BARBADOS IS IN a severe financial crisis. We may not be acting so; indeed we may not even believe this is really so.
Patronage at the fast food outlets, the frequent trips to Florida and New York, the ocean cruising whether in the Caribbean or the Mediterranean all suggest otherwise to the casual onlooker. The increasing number of luxury vehicles on our roads and the full support offered on every occasion to the various entertainment packages point to a Barbados rolling in the good times.
But the money woes facing this country are real. It doesn’t take an Adam Smith or Paul Samuelson to know how serious things are; neither do you need a degree in economics or accounting to appreciate that it is a serious time for this little island nation.
Government’s inability to pay its bills in a timely manner is a classic point of reference; be it the refunds for personal income taxes or value added tax or paying those who have provided it with goods and services.
That is why the country’s political leaders need to take some tough decisions regardless to how unpopular such actions may be. They need to stop pussyfooting and using cold blankets. What’s best for the majority of the people and the country in general must prevail over what’s best for a minority.
The reality is that the country’s fiscal deficit is going in the wrong direction; the persistent downgrades by the international rating agencies are painful, and there is uneasiness within corporate Barbados and indeed citizens of the country.
There is need for action to be taken in a number of areas including severely cutting back or curbing the financial transfers from central government to statutory corporations. The money-losing state agencies cannot be allowed to continue to bleed the treasury dry. Those which should and can be cut off from the public purse should be allowed to go and urgently too.
Yes, there has been talk and promises of action in this regard, but in effect very little action has been taken by those in authority. Despite all the high-powered committees and review groups there is nothing positive to show; at least the general public doesn’t think so. Yes, the status quo remains.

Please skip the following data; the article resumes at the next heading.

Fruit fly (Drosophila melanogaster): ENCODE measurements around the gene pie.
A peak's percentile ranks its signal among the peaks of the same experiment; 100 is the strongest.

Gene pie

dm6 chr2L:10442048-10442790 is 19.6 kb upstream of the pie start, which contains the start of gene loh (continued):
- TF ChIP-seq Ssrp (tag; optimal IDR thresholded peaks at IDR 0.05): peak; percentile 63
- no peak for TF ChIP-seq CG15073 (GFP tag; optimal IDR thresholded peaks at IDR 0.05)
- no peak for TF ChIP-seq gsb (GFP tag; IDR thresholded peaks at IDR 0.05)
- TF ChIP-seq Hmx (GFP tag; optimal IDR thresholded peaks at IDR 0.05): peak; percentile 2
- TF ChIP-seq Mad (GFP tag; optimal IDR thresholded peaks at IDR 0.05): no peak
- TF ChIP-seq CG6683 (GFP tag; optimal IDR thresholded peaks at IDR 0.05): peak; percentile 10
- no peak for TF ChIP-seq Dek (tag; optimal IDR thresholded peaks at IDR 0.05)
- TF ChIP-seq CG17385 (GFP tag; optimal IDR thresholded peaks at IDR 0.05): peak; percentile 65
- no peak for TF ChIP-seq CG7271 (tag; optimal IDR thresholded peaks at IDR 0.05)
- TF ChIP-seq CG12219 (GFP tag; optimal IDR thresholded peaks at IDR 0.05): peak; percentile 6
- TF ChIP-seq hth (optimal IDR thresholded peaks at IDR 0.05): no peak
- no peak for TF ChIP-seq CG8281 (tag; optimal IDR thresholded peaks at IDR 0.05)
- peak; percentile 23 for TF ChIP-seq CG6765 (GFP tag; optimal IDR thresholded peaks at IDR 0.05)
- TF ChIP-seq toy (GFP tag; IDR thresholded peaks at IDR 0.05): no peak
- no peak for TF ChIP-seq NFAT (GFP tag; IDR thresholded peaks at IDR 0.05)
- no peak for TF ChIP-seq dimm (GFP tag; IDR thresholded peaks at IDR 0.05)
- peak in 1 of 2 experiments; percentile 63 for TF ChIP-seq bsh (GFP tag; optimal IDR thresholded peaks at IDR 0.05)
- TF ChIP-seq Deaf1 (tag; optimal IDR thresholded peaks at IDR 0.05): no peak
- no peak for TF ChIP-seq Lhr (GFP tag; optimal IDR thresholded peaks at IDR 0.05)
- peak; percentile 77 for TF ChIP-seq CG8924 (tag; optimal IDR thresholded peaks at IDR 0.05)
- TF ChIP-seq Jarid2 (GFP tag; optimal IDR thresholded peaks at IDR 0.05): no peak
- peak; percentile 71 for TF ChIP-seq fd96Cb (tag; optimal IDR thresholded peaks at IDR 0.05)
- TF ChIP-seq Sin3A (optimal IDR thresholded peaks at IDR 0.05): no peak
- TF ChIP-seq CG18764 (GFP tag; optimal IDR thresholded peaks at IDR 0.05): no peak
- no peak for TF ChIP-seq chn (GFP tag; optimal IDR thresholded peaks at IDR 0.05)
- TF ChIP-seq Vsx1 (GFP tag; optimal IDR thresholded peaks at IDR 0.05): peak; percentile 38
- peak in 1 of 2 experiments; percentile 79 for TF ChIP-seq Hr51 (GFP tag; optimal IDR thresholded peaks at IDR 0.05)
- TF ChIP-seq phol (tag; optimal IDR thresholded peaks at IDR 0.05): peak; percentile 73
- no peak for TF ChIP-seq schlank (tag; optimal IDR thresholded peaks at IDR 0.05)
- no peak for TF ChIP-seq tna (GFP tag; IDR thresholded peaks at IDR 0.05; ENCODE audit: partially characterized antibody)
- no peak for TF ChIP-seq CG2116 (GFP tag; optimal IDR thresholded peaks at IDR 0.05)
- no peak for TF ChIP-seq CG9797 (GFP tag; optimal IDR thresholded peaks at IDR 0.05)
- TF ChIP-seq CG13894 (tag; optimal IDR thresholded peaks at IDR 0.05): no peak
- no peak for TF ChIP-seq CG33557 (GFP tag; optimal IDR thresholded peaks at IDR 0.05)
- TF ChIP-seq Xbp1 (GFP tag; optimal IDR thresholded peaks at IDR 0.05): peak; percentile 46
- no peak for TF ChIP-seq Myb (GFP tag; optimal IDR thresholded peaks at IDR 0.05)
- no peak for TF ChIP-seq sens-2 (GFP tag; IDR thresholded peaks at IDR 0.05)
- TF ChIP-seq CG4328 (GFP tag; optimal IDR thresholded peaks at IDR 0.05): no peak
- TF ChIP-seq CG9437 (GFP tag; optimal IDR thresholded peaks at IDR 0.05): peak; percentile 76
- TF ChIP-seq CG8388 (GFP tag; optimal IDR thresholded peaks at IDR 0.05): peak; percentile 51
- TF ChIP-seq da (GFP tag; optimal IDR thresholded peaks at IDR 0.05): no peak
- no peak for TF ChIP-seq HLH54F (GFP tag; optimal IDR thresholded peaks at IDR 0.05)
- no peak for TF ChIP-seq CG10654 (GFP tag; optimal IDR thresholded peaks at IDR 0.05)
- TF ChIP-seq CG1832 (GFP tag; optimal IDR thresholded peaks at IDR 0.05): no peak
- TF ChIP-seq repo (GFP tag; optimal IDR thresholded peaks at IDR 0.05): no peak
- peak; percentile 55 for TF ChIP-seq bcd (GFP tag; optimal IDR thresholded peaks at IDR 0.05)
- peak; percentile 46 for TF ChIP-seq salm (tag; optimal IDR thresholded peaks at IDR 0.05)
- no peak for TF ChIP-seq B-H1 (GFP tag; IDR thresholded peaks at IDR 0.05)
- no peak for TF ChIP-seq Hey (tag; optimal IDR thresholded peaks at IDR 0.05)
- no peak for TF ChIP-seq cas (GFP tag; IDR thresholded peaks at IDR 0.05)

There are no new buses for the Transport Board’s fleet, no new compactors for the Sanitation Services Authority, all because the money isn’t there. The National Housing Corporation seems incapable of getting tenants into its housing units or houses and there has been no clear indication on how many people have gained lots at $5 a square foot.
In the meantime, the country is inching its way towards what many with the experience and knowledge of how the financial intricacies unravel, fear Barbados is at a precipice from which there can be a free fall into an abyss with only dire consequences for many years to come. Jamaica and Guyana are the classic examples we have within the Caribbean; Greece is an example beyond this region which we could follow.
In all of this is a word of reflection for our trade unionists who in stout defence of their members will shout no to privatisation. Instead, the unionists should look at the cooperative business model which is so successful in Canada, England and Israel to see what their comrades in those places can teach them about worker cooperatives.
It may be an opportunity in the midst of divestment to ensure that the workers can become much more than mere hewers of wood and drawers of water. This may also give the union a new economic base while empowering its members in a truly significant way.
The Social Partnership was a saving grace when it was formed in 1993; this may be an opportunity to be innovative once again, this time giving economic power to a wide cross section of the working population and freeing government from the legacy of an unsustainable social welfare system.
This is the time for creative solutions in the island’s best interests.